Leadership: what's wrong?
Within the school education community, we have a pretty well-established ideology about leadership. As with all true ideologies, we are largely unaware that what we think is ideological: we think it is just the truth, the way things are. In fact, it contains three ideas that are essentially wrong. To set them out in an extremely simplified way:
1. Power should be sharedLet me examine each of these concepts in turn.
'Power should be shared'
Our contemporary ideology urges the dispersion of leadership. This is a monumental mistake.
Our rhetoric is right about the need to work for consensus, to open up inclusive processes, to delegate and to adopt collegial behaviour. Smart leaders have already moved in this direction. What is wrong is assuming these are the core elements of leadership. They are just means to the end of improving student learning, teacher quality and school management. It seems that democratic and consensual processes work best. But if these mechanisms didn't work to achieve our purposes, we should not adopt them.
And they should not in any important sense be a sharing of power, because they are not a sharing of accountability. Delegation should not reduce the power of the person delegating. It should enhance it, because the person to whom responsibility is delegated feels much more engaged with the task than she would if the leader issued an instruction.
But when a really tough decision has to be made (sacking someone, ending a program, changing conditions of employment), that decision will be made by the organisational leader.
What is really occurring here is greater subtlety and sophistication in the use of power, and in its extension across the organisation.
'Everyone is a leader'
Leadership is taken to be something that everyone does, and in definition is close to doing your job well, whatever it is.
But is everyone a leader? One way of working out the answer is by finding out who goes down with the ship. How does accountability work when there is a hole in the budget, or the school's performance is drastically below expectations? Do all members of staff wave bravely from the bridge as they disappear beneath the waves? I don't think so.
Most of what we mean when we say that everyone is a leader is that many people have roles in program administration, reporting to someone else. They have some autonomy, and they are expected to exercise some initiative. But there is a substantial difference between organisational leadership and program administration. Leaders stand on the precipice, and are at risk of falling over at any time. Program administrators lounge in comfortable chairs, figuratively speaking, well away from the precipice, and surrounded by lots of other folk who might protect them in an emergency.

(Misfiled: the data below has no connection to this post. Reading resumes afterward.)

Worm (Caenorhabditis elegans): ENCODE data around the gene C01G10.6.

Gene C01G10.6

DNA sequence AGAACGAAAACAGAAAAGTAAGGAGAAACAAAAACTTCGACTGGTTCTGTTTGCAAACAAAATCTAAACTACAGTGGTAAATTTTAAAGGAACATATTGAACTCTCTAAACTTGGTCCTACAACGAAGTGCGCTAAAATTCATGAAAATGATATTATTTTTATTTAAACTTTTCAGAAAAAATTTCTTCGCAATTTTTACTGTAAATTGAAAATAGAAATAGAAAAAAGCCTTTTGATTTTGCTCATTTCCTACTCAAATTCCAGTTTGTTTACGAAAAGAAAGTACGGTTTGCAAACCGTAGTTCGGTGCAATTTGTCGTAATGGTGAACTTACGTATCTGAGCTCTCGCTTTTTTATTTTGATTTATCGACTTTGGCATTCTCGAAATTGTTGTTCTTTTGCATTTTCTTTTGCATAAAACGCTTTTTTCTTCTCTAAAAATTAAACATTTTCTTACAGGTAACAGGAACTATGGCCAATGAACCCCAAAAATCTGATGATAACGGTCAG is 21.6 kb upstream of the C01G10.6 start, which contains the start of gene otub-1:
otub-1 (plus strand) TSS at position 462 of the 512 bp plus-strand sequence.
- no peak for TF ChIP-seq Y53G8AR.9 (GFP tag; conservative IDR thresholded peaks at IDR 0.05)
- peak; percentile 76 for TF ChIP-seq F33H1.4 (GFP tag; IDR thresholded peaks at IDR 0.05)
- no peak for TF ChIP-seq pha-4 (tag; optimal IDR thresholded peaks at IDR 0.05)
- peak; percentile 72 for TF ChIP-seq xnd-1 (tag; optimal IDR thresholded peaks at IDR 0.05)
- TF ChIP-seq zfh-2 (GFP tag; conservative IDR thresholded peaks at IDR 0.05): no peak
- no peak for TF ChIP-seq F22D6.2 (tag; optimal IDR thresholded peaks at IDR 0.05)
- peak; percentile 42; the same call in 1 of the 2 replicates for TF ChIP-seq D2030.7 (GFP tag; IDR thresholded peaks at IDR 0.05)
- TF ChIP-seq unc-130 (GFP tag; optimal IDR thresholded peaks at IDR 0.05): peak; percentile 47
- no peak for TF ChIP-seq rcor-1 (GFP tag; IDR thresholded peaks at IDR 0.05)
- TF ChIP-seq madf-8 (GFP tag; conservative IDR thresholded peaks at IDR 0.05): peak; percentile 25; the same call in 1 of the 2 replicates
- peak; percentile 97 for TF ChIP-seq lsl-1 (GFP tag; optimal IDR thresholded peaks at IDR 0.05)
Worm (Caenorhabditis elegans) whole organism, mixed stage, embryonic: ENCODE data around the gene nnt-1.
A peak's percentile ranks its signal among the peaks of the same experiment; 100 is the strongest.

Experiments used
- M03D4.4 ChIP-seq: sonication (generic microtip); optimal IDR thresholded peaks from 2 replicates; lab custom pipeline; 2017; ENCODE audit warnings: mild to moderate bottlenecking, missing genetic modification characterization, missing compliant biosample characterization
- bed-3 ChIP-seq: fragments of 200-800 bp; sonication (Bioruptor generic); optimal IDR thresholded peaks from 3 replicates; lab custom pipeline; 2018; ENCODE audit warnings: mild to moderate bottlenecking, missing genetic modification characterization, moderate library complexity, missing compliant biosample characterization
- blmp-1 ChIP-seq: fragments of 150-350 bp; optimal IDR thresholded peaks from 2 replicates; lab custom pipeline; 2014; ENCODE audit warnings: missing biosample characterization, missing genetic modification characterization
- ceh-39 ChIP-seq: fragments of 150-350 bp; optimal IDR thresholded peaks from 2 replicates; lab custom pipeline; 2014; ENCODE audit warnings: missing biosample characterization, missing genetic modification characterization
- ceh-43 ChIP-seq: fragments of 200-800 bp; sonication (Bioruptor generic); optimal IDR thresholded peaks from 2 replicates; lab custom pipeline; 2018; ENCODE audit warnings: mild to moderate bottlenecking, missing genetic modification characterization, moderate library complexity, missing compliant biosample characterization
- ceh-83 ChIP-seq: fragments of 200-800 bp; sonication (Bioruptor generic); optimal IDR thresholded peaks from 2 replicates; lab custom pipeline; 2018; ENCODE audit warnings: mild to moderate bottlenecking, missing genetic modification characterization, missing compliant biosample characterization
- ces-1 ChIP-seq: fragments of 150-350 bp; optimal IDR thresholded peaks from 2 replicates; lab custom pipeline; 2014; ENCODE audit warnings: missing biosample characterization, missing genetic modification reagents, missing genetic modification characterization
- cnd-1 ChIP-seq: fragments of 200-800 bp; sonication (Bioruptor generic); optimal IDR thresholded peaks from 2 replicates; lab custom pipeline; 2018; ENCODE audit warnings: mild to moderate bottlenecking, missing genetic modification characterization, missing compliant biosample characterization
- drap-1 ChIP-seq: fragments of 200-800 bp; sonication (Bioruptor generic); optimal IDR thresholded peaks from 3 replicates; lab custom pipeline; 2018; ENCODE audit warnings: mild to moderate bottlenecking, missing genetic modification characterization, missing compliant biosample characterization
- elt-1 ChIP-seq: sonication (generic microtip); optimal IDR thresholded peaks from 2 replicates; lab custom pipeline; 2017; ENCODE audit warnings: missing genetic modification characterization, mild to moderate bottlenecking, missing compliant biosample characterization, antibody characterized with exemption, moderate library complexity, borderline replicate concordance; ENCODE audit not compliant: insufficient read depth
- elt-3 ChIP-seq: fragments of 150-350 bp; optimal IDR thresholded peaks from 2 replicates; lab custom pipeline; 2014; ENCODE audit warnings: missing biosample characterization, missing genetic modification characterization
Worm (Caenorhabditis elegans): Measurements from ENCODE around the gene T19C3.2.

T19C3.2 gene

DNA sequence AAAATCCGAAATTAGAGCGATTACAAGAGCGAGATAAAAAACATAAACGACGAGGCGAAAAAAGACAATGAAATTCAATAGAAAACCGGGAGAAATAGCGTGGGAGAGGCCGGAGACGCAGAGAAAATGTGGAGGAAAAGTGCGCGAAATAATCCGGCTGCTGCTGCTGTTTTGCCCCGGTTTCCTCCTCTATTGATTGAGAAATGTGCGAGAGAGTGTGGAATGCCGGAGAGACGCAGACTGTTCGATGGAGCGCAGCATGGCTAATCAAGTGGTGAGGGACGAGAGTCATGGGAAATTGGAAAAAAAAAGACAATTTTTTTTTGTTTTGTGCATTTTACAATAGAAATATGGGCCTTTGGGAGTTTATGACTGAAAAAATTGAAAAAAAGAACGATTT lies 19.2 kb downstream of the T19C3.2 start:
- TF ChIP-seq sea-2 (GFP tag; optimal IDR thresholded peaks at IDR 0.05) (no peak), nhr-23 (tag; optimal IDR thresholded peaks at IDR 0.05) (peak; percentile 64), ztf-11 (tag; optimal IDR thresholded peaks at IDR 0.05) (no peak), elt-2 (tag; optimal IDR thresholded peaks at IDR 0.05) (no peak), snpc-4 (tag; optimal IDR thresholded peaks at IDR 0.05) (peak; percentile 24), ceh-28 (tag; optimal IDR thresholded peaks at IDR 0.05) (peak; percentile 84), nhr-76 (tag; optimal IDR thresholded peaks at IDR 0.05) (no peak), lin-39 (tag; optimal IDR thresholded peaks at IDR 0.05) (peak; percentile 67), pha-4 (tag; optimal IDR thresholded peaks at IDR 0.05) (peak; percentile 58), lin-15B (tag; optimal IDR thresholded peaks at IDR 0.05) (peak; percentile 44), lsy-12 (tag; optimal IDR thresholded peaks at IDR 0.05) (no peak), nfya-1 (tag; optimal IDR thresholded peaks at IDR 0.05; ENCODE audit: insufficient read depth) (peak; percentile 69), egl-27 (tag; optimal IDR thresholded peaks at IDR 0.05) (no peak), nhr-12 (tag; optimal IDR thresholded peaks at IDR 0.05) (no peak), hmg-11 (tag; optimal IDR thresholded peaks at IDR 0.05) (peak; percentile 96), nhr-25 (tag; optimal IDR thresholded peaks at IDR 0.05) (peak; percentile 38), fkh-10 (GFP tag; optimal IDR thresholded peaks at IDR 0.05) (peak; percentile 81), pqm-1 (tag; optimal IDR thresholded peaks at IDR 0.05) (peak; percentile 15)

Most organisations have a single leader. That leader is out there. She is exposed politically. She is personally responsible for everything, including lots of things she can't control directly, and might not even know about. She is personally accountable, in the end, for every failure and every problem and for the performance of every individual. She must make sure that every failure and problem is addressed.
In schools, this person is the principal.
We should use the word leader to refer to that person who exercises leadership responsibilities and accepts accountability for everything in an organisation.
'We should talk about leadership, not management'
In discussing leadership we talk of values, influence, vision, communication and democratic decision-making. When we talk of management, on the other hand, you will hear words like administration, efficiency, procedures, routines, and even 'managerialism', which illustrates the fact that management is such an evil concept that we had to invent a word to castigate it adequately. Leadership is about setting collaborative and democratic values-based goals, and all striving together to achieve them. Management is about yard duty, the bus timetable, lockers and the collection of the rubbish bins.
In reality, outside the secret garden of the school education sector, management is about goals, values, inspiration, engagement, influence and vision, as well as resources, personnel, structures, procedures and accountability. Out in the world, leadership is a crucial component of management. You can't be a good manager without being a good leader. But the way we talk about leadership it sounds perfectly possible to be a good leader without having much idea of what we mean by management.
What school leaders really need to be good at is all of management, not just the leadership elements.
What can be done?
We should stop talking about leadership as if it were primarily the carriage of a set of bureaucratic functions, and recognise that it is primarily the exercise of a set of personal ethical responsibilities. We should avoid the rhetoric about collective responsibility and talk instead about how hard, and how important, it is for the individual leader to stand repeatedly and consistently for what is right in the midst of a storm of disagreement.